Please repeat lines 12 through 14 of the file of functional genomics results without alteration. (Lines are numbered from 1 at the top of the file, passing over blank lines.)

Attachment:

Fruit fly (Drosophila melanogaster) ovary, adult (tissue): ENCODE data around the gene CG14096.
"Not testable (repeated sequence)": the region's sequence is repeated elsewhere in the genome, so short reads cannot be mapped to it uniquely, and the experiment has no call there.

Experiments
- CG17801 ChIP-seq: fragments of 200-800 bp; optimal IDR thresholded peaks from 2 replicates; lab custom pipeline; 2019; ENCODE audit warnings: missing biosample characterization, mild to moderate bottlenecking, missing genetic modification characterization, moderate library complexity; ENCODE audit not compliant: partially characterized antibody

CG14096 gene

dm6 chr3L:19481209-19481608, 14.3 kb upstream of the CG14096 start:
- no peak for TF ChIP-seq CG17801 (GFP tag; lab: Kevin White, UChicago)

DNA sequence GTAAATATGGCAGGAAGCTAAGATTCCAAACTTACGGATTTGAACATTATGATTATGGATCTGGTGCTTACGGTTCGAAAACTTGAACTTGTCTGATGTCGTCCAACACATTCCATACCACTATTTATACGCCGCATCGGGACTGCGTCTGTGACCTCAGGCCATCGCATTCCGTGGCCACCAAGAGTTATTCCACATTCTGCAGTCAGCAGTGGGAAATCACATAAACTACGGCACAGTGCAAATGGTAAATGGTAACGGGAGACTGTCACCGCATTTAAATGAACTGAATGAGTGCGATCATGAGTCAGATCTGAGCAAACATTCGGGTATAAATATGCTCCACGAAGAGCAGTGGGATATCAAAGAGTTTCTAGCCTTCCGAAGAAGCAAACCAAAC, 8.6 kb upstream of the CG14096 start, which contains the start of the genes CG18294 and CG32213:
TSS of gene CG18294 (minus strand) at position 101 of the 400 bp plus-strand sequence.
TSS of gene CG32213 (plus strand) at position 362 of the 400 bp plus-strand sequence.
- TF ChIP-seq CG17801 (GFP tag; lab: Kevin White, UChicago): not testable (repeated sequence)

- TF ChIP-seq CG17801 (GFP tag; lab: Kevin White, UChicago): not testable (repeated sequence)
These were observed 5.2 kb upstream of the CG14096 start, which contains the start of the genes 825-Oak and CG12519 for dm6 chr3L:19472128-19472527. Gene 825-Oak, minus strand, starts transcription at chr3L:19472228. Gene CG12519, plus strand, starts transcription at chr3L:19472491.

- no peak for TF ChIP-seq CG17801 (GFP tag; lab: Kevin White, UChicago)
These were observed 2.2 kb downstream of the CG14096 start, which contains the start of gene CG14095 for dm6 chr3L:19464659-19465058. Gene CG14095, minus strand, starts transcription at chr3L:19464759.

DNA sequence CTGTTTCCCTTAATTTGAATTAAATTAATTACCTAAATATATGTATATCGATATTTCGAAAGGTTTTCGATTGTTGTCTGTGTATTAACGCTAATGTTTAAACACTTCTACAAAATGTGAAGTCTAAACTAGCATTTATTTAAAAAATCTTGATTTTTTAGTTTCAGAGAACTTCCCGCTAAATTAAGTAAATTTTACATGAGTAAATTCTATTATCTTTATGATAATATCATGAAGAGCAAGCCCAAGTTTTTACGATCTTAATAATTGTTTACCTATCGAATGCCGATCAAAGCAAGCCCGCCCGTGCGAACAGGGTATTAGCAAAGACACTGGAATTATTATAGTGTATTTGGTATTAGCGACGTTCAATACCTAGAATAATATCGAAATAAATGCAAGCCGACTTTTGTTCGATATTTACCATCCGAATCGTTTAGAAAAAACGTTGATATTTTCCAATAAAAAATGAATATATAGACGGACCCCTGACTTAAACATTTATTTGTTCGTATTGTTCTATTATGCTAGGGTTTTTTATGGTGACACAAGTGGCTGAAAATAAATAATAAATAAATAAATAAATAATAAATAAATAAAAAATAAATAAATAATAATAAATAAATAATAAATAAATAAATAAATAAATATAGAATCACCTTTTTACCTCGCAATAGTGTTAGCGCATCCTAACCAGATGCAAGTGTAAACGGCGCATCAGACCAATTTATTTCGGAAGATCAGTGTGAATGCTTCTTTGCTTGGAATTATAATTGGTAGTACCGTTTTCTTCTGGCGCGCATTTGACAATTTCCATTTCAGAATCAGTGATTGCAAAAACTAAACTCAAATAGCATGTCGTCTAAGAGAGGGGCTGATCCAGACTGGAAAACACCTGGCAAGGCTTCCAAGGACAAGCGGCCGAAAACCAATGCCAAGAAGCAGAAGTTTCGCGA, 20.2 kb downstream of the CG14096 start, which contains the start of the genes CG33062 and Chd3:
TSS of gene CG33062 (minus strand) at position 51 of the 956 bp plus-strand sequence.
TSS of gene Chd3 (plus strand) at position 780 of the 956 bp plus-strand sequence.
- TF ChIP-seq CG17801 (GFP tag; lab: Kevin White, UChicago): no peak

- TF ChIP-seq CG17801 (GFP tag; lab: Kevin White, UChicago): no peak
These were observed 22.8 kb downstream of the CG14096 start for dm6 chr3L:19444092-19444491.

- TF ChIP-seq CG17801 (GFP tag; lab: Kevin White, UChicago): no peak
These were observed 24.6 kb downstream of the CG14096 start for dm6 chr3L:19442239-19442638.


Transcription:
- TF ChIP-seq CG17801 (GFP tag; lab: Kevin White, UChicago): not testable (repeated sequence)
These were observed 5.2 kb upstream of the CG14096 start, which contains the start of the genes 825-Oak and CG12519 for dm6 chr3L:19472128-19472527. Gene 825-Oak, minus strand, starts transcription at chr3L:19472228. Gene CG12519, plus strand, starts transcription at chr3L:19472491.

- no peak for TF ChIP-seq CG17801 (GFP tag; lab: Kevin White, UChicago)